Health-care workers want to help their patients, and their inability to do so properly is hollowing them out. “Especially now, with Delta, not many people get better and go home,” Werry told me. People have asked her if she would have gone to nursing school had she known the circumstances she would encounter, and for her, “it’s a resounding no,” she said. (Werry quit her job in an Arizona hospital last December and plans on leaving medicine once she pays off her student debts.)
…Many have told me that they’re bone-weary, depressed, irritable, and (unusually for them) unable to hide any of that. Nurses excel at “feeling their feelings in a supply closet or bathroom, and then putting their game face back on and jumping into the ring,” Werry said. But she and others are now constantly on the verge of tears, or prone to snapping at colleagues and patients. Some call this burnout, but Gerard Brogan, the director of nursing practice at National Nurses United, dislikes the term because “it implies a lack of character,” he told me. He prefers moral distress—the anguish of being unable to take the course of action that you know is right.
Health-care workers aren’t quitting because they can’t handle their jobs. They’re quitting because they can’t handle being unable to do their jobs.
Hat tip: Matt Yglesias.
So I called someone smart (Tyler Cowen, an economist, author, and professor at George Mason University) to explain the dynamics to me.
“Inflation right now is still transitory in that we can choose to end it,” Cowen told me. The Federal Reserve could disinflate and raise interest rates—mortgage interest rates today remain well below 3%—though that risks starting a recession.
Cowen explained that the reason the inflation-wary are still pretty quiet is that all the anti-Obama Republicans were so wrong in 2008. After the Obama-era bailout during the Great Recession, Republicans were convinced inflation would run rampant. And they said so. A lot. But inflation stayed mostly in control. “They all got egg on their faces after that,” Cowen said. “So the crowd that would complain now, they’re whispering about it but not shouting yet.” (Larry Summers and Steve Rattner have sounded the alarm.)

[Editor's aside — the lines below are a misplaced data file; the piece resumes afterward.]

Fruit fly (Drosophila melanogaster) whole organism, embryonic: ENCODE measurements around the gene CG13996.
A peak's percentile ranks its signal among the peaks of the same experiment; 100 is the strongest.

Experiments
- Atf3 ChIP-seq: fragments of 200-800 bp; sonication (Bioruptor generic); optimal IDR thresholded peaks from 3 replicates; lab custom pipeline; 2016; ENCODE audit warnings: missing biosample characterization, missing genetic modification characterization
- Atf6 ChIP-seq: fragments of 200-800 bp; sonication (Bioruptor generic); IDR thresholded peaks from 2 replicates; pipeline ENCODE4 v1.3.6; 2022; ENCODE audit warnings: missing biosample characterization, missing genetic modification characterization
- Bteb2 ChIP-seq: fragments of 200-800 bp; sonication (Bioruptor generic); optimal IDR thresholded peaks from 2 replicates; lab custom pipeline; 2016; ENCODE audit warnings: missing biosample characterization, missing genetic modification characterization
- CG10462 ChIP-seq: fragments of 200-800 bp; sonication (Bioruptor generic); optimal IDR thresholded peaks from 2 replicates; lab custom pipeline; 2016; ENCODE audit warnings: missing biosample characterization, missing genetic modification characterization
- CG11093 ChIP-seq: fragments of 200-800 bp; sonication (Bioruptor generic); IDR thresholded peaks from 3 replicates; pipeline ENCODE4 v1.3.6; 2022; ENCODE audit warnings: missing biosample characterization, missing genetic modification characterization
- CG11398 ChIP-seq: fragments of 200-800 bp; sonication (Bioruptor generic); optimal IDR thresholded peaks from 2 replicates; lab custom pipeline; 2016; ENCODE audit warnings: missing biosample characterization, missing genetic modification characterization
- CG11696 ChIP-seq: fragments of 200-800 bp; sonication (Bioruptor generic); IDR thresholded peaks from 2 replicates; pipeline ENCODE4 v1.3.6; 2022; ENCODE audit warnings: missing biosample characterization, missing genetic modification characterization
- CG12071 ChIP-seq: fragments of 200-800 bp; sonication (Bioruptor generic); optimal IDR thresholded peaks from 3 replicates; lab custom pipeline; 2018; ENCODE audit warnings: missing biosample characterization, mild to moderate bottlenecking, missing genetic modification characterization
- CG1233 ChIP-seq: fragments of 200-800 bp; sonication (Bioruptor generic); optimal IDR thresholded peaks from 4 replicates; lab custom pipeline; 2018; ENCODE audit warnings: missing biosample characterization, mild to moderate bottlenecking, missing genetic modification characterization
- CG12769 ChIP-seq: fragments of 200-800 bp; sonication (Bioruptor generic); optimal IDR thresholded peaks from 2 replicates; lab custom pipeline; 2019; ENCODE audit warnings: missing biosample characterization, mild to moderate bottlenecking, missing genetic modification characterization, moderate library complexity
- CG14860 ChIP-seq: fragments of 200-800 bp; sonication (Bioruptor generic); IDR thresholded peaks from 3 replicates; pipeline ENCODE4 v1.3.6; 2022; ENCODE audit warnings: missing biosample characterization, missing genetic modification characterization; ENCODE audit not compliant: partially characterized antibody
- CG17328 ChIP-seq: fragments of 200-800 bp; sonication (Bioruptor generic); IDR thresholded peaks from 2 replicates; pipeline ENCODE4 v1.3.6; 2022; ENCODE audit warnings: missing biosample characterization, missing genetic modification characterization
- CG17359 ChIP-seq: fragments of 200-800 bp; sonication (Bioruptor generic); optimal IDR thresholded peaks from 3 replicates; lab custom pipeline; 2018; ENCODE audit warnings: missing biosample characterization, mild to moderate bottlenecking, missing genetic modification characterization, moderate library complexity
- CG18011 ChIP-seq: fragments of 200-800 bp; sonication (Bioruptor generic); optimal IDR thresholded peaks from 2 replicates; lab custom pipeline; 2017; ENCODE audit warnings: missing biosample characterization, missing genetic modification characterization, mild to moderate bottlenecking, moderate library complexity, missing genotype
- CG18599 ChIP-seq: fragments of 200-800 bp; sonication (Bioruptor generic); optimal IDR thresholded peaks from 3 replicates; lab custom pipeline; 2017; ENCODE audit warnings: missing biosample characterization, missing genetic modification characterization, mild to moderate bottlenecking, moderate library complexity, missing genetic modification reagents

“I think the inflation will last two to three years, and it will be bad,” Cowen said. But really grim hyper-inflation à la Carter-era, he thinks is unlikely. It could only happen if the Federal Reserve decides it’s too risky to trim the sails of cheap money. “I’d put it at 20% chance that the Fed will think, ‘Trump might run again, and we don’t want Biden to lose . . . history’s in our hands, so we’ll wait to tighten.’ And then it just goes on, and then it’s very bad.”
But a recession is also bad. It’s hard to sort it all out. “As the saying goes, ‘If you’re not confused, you don’t know what’s going on,’” Cowen told me.
That is from the Bari Weiss Substack, other topics are considerd (not by me) at the link.
Gunther the German shepherd spent a recent morning playing with his tennis ball, rolling in the grass, slobbering a little and napping a lot. Later, he had a “meeting” with the real estate agents selling his Miami mansion that his handlers bought from Madonna.
And of course Gunther was wearing his very best faux diamond dog collar for the meeting — his real gold collar is back at his main home in Tuscany. As crazy as it sounds even by Florida’s standards, Gunther VI inherited his vast fortune, including the eight-bedroom waterfront home once owned by the “Material Girl” singer, from his grandfather Gunther IV. At least that’s what the handlers who manage the estate say.